Plodders always go further and achieve more than those who quit, copout, drop out, compromise, or capitulate.

Now consider a husband and wife duo who were plodders.

Aquila and Priscilla, Aquila the husband, Priscilla the wife.

Aquila meant “eagle.”

Priscilla came from the prominent elegant royal Roman name Prisca meaning “simplicity.”

By the fortuitous grace of God Paul and Aquila and Priscilla were brought together. God is at work even in what we call coincidences. Observe the circuitous circumstances that brought them together. A company of thieves in Judea had robbed Stephanus, a servant of the emperor, and killed the soldiers who were his companions.

Hearing of this back in Rome Emperor Claudius issued an edict ordering all Jews out of Rome. Aquila was a Jew from Pontus living with his wife in Rome. They were forced to leave and in their new home met Paul in Corinth. Wasn’t that odd! No that was God. He is no less at work in our lives.

Paul used the common denominator to identify with them. They, like Paul, were tent makers. Joining them in this labor gave plenty of time to share faith in Christ and disciple them. Being fellow-workers in tent making they became fellow- workers in Christ Jesus.

These plodders set for all worthy examples. They were —-

They were workers not shirkers. Paul had no more loyal supporters at any time than they. He complimented them with the title, “my fellow-workers in Christ” (Romans 16:3).

They were known for spreading the good news every where they went.

Their love for Christ was known because it was shown. It was not known because they had a warm fuzzy feeling about Jesus, nor because they could repeat all the popular Christian slogans. It was known by their faithful service.

The term “fellow-workers” means co-workers, or workers together. It is this team effort among believers that commends itself to the world.

After a long list of persons to be greeted a caution flag is raised in the text. Not all things are always peaceful and beautiful within churches. The Scripture notes this: “Now I urge you, brethren, note those who cause divisions and offenses…and avoid them” (Romans 16: 17).

Two forces restrict the effectiveness of a church. The hurricane forces of evil from without that assail it and the rumbling volcanic force of division within. Often the hurricane force brings people together in the church for shelter. Such opposition can be a blessing. It is the volcanic disruptions within that cause the most difficulty. To be an earth shaking church the body must be together. I have seen the destructive force of division and the developing faith of cohesiveness. Lost persons are attracted to harmonious churches as musicians are by beautiful music. It arrests attention.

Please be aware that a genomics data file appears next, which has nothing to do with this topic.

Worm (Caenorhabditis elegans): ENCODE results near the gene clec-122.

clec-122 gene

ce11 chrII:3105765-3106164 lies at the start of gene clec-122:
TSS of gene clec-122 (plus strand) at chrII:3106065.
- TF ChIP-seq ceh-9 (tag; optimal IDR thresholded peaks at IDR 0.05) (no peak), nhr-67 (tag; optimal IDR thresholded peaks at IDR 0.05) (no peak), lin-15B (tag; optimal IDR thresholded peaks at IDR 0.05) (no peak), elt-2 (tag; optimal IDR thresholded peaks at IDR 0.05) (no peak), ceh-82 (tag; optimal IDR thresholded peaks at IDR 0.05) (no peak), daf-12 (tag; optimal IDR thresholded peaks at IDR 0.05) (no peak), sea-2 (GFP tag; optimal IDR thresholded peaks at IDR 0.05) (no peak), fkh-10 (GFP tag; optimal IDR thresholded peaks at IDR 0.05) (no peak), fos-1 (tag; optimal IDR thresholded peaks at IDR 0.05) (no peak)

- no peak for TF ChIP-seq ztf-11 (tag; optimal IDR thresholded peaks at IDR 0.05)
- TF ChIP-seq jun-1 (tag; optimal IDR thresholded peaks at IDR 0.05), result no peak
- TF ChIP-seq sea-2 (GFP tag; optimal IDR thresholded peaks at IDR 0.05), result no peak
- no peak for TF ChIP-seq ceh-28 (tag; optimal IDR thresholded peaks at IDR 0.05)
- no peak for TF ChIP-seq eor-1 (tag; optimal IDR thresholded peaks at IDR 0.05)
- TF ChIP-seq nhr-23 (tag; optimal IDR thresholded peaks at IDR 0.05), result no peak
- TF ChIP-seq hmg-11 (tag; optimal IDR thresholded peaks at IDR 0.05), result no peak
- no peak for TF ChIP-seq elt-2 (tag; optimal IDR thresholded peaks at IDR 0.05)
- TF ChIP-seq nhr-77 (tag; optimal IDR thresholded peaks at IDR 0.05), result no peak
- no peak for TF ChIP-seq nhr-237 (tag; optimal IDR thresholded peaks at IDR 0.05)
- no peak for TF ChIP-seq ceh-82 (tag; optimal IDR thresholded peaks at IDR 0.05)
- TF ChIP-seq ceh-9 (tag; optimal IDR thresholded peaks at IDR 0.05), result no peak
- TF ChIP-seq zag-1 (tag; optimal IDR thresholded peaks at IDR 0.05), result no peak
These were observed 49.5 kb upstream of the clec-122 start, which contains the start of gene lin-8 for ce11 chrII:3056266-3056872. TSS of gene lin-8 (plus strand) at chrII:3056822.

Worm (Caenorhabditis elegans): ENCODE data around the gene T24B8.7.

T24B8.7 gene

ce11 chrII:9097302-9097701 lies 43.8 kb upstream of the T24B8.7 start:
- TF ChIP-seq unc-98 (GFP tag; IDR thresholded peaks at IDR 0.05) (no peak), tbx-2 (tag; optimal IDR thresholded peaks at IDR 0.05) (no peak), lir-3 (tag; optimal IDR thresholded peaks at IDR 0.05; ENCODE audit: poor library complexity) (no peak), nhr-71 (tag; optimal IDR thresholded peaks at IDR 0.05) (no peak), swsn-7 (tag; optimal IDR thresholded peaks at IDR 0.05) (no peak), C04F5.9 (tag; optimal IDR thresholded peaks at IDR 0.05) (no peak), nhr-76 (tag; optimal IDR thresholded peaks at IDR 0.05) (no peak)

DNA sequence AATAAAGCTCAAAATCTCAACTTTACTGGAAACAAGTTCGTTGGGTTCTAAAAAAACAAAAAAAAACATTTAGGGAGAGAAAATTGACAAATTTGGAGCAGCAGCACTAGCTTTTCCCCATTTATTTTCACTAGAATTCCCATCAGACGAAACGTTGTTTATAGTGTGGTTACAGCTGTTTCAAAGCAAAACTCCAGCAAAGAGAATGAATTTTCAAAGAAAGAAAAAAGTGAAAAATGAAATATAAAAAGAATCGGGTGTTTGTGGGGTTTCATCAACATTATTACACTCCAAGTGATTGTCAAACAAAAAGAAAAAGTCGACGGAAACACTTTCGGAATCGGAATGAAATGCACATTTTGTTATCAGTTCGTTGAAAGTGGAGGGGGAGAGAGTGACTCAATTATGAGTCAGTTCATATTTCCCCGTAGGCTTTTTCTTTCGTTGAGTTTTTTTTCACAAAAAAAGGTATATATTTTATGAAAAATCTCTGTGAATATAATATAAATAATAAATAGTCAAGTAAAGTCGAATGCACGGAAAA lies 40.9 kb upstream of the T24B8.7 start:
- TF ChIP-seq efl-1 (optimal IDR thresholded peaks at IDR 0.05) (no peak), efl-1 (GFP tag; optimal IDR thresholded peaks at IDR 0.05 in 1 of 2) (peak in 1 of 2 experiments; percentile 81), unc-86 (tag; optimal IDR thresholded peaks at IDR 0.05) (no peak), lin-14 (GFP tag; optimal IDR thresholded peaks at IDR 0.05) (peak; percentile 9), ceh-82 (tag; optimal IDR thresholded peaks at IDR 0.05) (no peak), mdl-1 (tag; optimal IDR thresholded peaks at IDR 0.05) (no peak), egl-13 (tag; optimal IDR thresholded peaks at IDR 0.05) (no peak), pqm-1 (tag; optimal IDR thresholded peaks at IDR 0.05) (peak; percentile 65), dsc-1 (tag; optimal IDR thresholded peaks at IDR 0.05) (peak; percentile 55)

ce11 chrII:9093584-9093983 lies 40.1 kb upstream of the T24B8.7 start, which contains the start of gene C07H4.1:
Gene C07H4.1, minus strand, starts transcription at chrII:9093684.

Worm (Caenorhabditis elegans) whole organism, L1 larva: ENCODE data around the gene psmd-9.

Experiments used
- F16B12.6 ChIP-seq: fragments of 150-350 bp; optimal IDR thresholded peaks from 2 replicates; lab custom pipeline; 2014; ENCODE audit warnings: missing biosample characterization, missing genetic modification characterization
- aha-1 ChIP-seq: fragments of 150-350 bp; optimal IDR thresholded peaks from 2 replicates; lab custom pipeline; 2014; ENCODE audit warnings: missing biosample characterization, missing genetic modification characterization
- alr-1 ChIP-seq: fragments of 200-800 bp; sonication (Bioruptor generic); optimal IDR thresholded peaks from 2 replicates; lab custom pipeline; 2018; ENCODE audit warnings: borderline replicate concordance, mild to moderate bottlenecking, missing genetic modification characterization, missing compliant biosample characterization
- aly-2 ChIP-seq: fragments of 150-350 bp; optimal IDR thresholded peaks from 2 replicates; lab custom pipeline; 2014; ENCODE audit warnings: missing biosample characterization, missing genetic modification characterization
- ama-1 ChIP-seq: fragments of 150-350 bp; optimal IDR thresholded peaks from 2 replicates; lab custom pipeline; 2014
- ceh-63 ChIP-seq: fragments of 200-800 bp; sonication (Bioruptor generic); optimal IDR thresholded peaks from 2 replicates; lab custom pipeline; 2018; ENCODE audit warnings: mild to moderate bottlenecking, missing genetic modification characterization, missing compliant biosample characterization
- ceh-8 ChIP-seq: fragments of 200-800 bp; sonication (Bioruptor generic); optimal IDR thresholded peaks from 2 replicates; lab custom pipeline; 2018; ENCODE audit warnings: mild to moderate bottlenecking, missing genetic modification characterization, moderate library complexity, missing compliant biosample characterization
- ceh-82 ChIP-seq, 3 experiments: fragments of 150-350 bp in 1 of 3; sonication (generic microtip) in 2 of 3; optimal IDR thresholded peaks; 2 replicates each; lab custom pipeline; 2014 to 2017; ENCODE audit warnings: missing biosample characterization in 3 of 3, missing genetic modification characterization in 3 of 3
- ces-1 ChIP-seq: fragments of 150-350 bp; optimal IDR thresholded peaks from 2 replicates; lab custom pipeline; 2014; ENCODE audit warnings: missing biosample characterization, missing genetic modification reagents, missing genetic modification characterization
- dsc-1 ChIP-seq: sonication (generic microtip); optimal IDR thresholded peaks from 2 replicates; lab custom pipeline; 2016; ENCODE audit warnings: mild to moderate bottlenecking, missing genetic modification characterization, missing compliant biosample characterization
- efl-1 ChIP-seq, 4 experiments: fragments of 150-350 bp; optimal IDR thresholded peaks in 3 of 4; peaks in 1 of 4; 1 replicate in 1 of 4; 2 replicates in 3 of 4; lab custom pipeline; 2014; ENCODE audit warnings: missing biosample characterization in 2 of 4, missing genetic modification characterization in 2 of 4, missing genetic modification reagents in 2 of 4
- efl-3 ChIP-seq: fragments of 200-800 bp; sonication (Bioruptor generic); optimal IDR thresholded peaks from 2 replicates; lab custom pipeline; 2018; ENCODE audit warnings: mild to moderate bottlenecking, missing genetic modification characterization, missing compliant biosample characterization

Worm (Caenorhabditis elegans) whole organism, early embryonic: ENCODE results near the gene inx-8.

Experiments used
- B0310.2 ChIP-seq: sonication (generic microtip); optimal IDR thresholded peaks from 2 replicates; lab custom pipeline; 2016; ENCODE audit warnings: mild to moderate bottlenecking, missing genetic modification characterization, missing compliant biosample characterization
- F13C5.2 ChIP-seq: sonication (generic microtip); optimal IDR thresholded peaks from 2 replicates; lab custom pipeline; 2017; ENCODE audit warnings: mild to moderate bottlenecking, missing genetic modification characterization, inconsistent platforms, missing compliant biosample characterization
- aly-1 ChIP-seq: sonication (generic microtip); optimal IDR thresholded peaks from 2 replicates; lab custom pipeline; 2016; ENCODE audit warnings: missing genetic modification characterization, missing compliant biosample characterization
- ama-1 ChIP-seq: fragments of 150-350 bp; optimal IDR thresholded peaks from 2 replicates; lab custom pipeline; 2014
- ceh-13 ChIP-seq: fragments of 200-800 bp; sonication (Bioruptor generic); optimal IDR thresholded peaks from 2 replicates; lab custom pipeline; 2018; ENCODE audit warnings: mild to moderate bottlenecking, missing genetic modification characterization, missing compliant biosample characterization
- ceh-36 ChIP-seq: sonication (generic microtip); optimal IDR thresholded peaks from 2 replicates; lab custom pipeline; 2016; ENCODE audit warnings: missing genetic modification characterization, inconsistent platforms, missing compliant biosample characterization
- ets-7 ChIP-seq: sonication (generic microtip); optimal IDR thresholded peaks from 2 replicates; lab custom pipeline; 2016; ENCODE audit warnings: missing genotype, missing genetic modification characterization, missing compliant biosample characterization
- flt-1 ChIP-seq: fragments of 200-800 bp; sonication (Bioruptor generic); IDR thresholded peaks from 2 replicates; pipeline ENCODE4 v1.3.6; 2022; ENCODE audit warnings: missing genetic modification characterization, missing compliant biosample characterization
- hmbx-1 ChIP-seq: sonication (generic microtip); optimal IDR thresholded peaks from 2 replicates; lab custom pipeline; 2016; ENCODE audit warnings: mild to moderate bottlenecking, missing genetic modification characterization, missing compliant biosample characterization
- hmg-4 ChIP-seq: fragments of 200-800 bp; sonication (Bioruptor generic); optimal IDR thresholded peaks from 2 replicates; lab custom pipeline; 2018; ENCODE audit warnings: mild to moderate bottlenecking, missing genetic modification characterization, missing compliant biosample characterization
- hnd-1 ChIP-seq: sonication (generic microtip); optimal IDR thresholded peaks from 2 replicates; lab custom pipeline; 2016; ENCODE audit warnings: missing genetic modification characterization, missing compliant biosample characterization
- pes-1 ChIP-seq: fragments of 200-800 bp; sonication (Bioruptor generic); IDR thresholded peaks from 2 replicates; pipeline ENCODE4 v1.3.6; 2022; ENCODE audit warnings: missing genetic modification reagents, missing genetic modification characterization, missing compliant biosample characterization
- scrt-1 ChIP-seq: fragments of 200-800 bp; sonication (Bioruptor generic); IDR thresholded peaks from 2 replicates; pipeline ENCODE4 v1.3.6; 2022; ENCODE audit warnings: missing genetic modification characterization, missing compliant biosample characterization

A modern translation by Moule renders Romans 16: 3,4: “For my life’s sake submitted their own throat to the knife.”

This likely happened when they were in Ephesus when a violent riot broke out involving Paul (Acts 19: 28-31).

“Greater love has no one than this, than to lay down one’s life for his friends” (John 15:13). Here is an example of this principle. They were defenders of Paul. Today, Christians need the defense of one another in our hostile society. Do you dare speak up for Christ and risk your reputation for His reputation?

If a minister is set for the defense of the faith he is deserving of faithful defense and support. I want to publicly acknowledge I have been the beneficiary of such loving support. There are those who have come to my defense even without my knowledge. Their love for their Lord and devotion to His church has motivated such defense. I have plodded with some of the best.

That is friendship at its best.

In a time when Christians were persecuted the young emerging church had many challenges. The collective body of Christ had not yet begun to build church buildings as they were soon to do. Therefore, home-churches were the norm. More than one reference is made to “the church that is in their house.” They opened their residence to the Christian community and made it a place of worship.

Our society doesn’t need home-churches. The church has outgrown that stage. It does need homes wherein the family lives for and serves the Lord. I know a number of families who have made their home open for use by the church. Thus, these gracious members are expanding the circumference of influence to include their community.

They encountered the brilliant Alexandrian Apollos, a gifted orator. As a prophet Apollos had a large and devoted following. He had one major liability. He knew only the “baptism of John” (Acts 18:25, 26). He knew nothing of salvation through the cross.

Aquila and Priscilla followed his crowds and listened to his message. He preached no negative error and did not deny essential faith. What he preached was good as far as it went, but he was not yet aware of the grace of God as expressed by Christ on the cross. Quietly and lovingly they invited him to their home and privately with consummate tact shared with him the further revelation of Jesus Christ.

“They expounded unto him the way of God more carefully” (Acts 18: 26).

Apollos receptively responded positively. The result was dramatic. He became one of the most dynamic evangelist of the era. Some in Corinth considered him an equal to Paul and Peter. By breaking with tradition a new and effective herald of the good news emerged.

The last biblical reference to these two is II Timothy 4:19.

This was about the year 66 A.D. Extra biblical tradition says that on July 8, of that year, Aquila and Priscilla were martyred for their faith and faithfulness. If, as history indicates, this was their fate they faced their future with faith. They were ready for their voyage to their heavenly home and the fellowship that awaited with Peter, Paul, Apollos, and a legion of others they had helped introduce to Jesus Christ. They kept plodding until they started trodding the streets of gold.

These tent makers not had a mansion in glory.

The Scripture refers to the human body as a “tabernacle.” The Greek word so translated would today more accurately be translated “pup-tent.” A pup-tent is not intended to be a permanent residence. It is temporary housing.

Jesus said, “Let not your heart be troubled; you believe in God, believe also in Me. In My Father’s house are many mansions; if it were not so, I would have told you. I go to prepare a place for you. And if I go and prepare a place for you, I will come again and receive you to Myself; that where I am, there you may be also” (John 14:1 – 3).

Death is thus profiled as moving from the pup- tent into the palace.